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Syrian Kurds Situation

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posted on Oct, 18 2019 @ 12:21 PM
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a reply to: Fallingdown

Honestly, if the Kurds earned home territory anywhere, it's in the parts of ISIS conquered Iraq that they helped to retake. The Iraqis didn't do much to retake it and they wanted us out which is when ISIS was able to step in and Iraq let the whole region down at that point.

We should be talking turkey with Iraq on that, but of course, that's hard to do when we left Iraq.

edit on 18-10-2019 by ketsuko because: (no reason given)




posted on Oct, 18 2019 @ 12:23 PM
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a reply to: ketsuko

I would be happy to see the 4 parts of Greater Kurdistan form a Kurd nation.

The question is what business is it of theUS, and why should we go to war again in the ME to make that happen, and who is willing to sacrifice their son or daughter for it?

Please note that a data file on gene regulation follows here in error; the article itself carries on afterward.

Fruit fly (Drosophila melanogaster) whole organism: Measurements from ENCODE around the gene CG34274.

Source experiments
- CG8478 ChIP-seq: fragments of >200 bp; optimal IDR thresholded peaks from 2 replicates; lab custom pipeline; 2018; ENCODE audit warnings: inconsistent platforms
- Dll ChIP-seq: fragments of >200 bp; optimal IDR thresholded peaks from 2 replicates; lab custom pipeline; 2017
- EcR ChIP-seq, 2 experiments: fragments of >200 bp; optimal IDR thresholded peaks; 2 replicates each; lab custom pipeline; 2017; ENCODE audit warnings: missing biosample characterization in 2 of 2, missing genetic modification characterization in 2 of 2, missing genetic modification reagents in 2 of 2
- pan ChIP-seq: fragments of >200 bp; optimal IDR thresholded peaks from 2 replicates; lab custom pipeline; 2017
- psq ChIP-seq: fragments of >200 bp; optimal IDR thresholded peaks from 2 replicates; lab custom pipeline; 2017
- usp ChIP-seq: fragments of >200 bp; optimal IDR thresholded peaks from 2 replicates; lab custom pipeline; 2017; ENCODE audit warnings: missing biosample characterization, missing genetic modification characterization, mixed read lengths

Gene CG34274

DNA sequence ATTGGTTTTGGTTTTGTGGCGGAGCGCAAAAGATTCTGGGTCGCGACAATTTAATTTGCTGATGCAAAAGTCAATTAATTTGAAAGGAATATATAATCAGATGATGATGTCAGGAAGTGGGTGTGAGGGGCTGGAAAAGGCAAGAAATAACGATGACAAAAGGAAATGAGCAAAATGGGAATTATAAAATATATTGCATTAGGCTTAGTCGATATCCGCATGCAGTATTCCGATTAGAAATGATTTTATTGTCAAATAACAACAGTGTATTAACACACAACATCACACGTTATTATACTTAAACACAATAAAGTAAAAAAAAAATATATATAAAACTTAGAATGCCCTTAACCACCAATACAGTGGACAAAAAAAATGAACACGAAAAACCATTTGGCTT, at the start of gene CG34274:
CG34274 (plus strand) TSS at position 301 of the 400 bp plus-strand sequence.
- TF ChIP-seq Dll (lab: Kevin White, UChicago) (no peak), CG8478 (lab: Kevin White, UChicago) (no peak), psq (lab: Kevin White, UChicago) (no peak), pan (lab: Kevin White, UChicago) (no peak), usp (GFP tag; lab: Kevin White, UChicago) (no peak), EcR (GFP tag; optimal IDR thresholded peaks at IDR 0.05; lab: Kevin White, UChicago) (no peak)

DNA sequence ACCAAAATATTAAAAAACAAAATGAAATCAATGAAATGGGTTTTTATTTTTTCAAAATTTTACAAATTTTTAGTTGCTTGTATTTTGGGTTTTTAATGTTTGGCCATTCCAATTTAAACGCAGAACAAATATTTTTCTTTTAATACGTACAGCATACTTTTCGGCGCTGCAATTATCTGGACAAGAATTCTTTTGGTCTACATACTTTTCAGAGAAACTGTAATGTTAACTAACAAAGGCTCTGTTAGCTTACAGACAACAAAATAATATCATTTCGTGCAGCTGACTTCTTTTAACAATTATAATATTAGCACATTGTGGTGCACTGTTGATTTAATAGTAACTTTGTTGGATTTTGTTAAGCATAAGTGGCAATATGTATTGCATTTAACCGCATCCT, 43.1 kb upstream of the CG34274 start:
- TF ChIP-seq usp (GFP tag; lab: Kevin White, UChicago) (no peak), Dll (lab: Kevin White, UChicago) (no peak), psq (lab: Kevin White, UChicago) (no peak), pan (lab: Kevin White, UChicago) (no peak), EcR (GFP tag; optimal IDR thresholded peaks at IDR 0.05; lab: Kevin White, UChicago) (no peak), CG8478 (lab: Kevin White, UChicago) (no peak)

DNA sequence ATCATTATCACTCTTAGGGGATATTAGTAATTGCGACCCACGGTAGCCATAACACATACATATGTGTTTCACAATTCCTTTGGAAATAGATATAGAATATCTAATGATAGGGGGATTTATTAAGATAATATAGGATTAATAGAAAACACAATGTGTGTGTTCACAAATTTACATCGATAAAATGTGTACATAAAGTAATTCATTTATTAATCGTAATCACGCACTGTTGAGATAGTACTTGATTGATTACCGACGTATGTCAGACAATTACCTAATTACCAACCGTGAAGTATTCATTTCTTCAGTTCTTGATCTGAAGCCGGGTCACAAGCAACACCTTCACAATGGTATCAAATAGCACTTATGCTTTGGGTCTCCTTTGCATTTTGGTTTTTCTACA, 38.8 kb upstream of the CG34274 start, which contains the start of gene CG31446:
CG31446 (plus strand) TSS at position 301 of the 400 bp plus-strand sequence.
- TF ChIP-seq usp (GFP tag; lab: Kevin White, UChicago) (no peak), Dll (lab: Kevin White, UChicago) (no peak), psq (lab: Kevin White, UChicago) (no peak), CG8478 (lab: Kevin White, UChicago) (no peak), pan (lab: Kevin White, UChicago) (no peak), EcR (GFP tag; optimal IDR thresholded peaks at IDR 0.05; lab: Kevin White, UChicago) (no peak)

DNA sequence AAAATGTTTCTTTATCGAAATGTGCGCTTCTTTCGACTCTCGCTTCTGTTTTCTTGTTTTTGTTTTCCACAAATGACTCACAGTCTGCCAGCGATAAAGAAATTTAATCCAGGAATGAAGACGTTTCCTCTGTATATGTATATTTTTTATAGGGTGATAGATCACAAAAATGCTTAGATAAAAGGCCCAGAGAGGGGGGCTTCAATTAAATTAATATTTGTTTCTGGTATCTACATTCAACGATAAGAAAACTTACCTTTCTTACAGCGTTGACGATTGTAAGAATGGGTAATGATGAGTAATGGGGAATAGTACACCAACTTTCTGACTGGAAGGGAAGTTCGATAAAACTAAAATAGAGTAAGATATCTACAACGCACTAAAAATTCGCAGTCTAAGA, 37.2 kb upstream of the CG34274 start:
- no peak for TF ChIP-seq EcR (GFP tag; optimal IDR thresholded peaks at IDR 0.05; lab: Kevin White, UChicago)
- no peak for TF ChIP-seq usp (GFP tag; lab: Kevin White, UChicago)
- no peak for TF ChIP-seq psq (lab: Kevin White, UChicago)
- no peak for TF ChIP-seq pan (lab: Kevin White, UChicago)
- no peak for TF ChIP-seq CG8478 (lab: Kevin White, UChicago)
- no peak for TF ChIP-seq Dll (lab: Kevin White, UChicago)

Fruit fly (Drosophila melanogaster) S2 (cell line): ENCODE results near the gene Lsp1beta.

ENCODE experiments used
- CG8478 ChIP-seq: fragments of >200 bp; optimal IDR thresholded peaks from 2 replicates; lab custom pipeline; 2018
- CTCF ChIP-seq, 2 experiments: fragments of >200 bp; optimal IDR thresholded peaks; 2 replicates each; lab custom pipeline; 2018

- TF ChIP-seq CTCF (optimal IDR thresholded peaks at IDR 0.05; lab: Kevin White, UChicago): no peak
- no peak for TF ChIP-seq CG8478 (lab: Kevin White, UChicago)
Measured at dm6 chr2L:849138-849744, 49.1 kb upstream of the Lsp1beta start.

posted on Oct, 18 2019 @ 12:24 PM
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a reply to: OccamsRazor04




You said if we are not there legally why didn't they kick us out. Meaning we are there legally and they were ok with us being there.


after you said we were there illegally,

this is the legality of us being there. bold mine



The coalition of 3 December 2014 (sixty countries) that styled itself as the Global Coalition to Counter the Islamic State of Iraq and the Levant (ISIL)[180] agreed on a many-sided strategy against ISIL, including cutting off ISIL's financing and funding and exposing ISIL's true nature.[180] As of March 2015, the U.S.-led coalition comprised over sixty countries, that contributed in various ways to the effort.[176]